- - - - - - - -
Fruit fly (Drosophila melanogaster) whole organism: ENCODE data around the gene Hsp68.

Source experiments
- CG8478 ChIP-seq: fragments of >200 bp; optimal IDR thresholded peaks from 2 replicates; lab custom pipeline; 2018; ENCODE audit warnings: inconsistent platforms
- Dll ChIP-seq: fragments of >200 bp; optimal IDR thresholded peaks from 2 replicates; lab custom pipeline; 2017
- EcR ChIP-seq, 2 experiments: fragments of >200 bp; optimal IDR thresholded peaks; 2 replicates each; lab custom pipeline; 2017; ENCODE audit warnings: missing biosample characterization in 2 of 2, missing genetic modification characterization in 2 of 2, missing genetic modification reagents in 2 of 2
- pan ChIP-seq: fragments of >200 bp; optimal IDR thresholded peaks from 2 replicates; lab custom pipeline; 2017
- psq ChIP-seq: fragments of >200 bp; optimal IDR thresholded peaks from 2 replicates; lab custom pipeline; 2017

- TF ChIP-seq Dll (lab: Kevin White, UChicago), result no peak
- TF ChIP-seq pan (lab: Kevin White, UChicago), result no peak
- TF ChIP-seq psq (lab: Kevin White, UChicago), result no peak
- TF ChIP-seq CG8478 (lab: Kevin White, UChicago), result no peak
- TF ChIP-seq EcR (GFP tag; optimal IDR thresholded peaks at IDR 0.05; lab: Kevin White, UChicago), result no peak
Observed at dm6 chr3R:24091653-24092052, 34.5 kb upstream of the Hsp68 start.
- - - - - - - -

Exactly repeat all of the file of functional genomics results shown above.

Fruit fly (Drosophila melanogaster) whole organism: ENCODE data around the gene Hsp68.

Source experiments
- CG8478 ChIP-seq: fragments of >200 bp; optimal IDR thresholded peaks from 2 replicates; lab custom pipeline; 2018; ENCODE audit warnings: inconsistent platforms
- Dll ChIP-seq: fragments of >200 bp; optimal IDR thresholded peaks from 2 replicates; lab custom pipeline; 2017
- EcR ChIP-seq, 2 experiments: fragments of >200 bp; optimal IDR thresholded peaks; 2 replicates each; lab custom pipeline; 2017; ENCODE audit warnings: missing biosample characterization in 2 of 2, missing genetic modification characterization in 2 of 2, missing genetic modification reagents in 2 of 2
- pan ChIP-seq: fragments of >200 bp; optimal IDR thresholded peaks from 2 replicates; lab custom pipeline; 2017
- psq ChIP-seq: fragments of >200 bp; optimal IDR thresholded peaks from 2 replicates; lab custom pipeline; 2017

- TF ChIP-seq Dll (lab: Kevin White, UChicago), result no peak
- TF ChIP-seq pan (lab: Kevin White, UChicago), result no peak
- TF ChIP-seq psq (lab: Kevin White, UChicago), result no peak
- TF ChIP-seq CG8478 (lab: Kevin White, UChicago), result no peak
- TF ChIP-seq EcR (GFP tag; optimal IDR thresholded peaks at IDR 0.05; lab: Kevin White, UChicago), result no peak
Observed at dm6 chr3R:24091653-24092052, 34.5 kb upstream of the Hsp68 start.